BP’s boss praised the oil major’s “steady progress” as profits soared in the first-half of 2018.
UK-headquartered BP chalked up pre-tax profits totalling £6.7 billion, up 190% year-on-year, while revenues increased to £111bn from £86bn.
The firm’s underlying replacement cost profits more than doubled to £4.1bn.
Upstream production climbed 5.2% to 2.5 million barrels of oil equivalent per day.
Buoyed by the improvement, BP is increasing its dividend 2.5% to 10.25 cents (7.81p) per share, the first rise since the third quarter of 2014.
The company also bought back 29 million ordinary shares in the first six months of 2018 at a cost of £150 million.
Payments linked to the Gulf of Mexico oil spill in 2010 totalled £1.8bn in the first half.
Net Debts were £29.8bn at the end of June, down from £30.2bn a year earlier.
Highlights from the period under review include a deal to buy Chargemaster, UK’s largest electric vehicle (EV) charging company, and an investment in ultra-fast charging battery developer StoreDot.
BP also committed to developing the Alligin and Vorlich are satellite fields in the UK North Sea. They are expected to produce 30,000 barrels gross of oil equivalent a day, starting in 2020.
Since the period ended, BP has announced the £8bn purchase of BHP Billiton’s US shale assets, first gas from the Shah Deniz 2 project in Azerbaijan, and a deal to buy 16.5% of the Clair field, west of Shetland, from ConocoPhillips.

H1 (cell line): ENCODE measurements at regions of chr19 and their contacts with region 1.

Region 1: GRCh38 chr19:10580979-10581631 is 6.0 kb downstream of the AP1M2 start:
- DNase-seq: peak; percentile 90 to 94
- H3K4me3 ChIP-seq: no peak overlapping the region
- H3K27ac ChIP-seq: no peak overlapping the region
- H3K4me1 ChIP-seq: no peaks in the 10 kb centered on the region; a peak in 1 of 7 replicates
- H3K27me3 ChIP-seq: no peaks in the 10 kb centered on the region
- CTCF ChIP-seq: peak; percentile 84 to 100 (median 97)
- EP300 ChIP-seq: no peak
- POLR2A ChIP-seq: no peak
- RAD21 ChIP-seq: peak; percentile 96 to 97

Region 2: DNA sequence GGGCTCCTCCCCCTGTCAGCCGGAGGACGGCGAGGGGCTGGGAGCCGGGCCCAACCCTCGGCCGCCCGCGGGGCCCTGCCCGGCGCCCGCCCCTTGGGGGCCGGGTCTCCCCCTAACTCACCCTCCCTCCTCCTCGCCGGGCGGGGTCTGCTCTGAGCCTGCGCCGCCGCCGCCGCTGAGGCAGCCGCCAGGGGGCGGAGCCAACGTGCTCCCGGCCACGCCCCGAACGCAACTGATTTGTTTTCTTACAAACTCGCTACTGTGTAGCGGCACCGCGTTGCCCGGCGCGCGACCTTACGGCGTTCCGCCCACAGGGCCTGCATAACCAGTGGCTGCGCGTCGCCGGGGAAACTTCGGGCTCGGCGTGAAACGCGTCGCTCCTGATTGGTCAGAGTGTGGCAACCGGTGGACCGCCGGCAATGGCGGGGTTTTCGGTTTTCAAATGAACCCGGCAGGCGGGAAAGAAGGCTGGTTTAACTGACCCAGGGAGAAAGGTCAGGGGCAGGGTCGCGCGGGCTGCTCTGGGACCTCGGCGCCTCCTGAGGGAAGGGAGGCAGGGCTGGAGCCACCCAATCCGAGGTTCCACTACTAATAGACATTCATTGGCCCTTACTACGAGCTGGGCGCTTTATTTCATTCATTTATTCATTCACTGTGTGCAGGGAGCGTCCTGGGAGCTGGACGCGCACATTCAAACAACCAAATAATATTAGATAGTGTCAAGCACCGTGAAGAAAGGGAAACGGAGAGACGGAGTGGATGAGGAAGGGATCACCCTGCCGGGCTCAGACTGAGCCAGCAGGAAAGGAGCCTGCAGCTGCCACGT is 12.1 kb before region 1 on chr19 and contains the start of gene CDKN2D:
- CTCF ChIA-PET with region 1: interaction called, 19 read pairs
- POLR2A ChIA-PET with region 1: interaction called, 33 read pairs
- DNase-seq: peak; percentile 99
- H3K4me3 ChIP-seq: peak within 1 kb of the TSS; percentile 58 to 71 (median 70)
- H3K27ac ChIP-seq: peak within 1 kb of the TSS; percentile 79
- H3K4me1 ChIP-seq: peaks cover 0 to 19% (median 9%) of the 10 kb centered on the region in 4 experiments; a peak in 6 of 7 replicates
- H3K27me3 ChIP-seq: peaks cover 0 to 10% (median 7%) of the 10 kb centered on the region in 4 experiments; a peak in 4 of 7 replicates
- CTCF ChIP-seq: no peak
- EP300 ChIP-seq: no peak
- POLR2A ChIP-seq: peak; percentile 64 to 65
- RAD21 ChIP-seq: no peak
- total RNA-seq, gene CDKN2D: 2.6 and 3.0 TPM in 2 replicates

First oil from Clair Ridge, the second phase of development for the Clair field, is expected before the end of 2018.
BP chief executive Bob Dudley said: “We continue to make steady progress against our strategy and plans, delivering another quarter of strong operational and financial performance.
“We brought two more major projects online, high-graded our portfolio through acquisitions such as BHP’s US onshore assets and invested in the future with the creation of BP Chargemaster.
“Given this momentum and the strength of our financial frame, we are increasing our dividend for the first time in almost four years.
“This reflects not just our commitment to growing distributions to shareholder but our confidence in the future.”
BP expects crude prices to stay between $50-$65 in the near to medium term.
BP’s 2018 breakeven oil price is $50, and the company is working to reduce that to $35-$40 by 2021.
Biraj Borkhataria, analyst at RBC Europe, said: “We expect improving earnings and cash generation to show through early 2018 as BP captures higher commodity prices and widening crude spreads.
“We expect BP’s cash flow generation to improve this year, both on an absolute basis and relative to peers. This should help improve confidence around BP’s dividend.”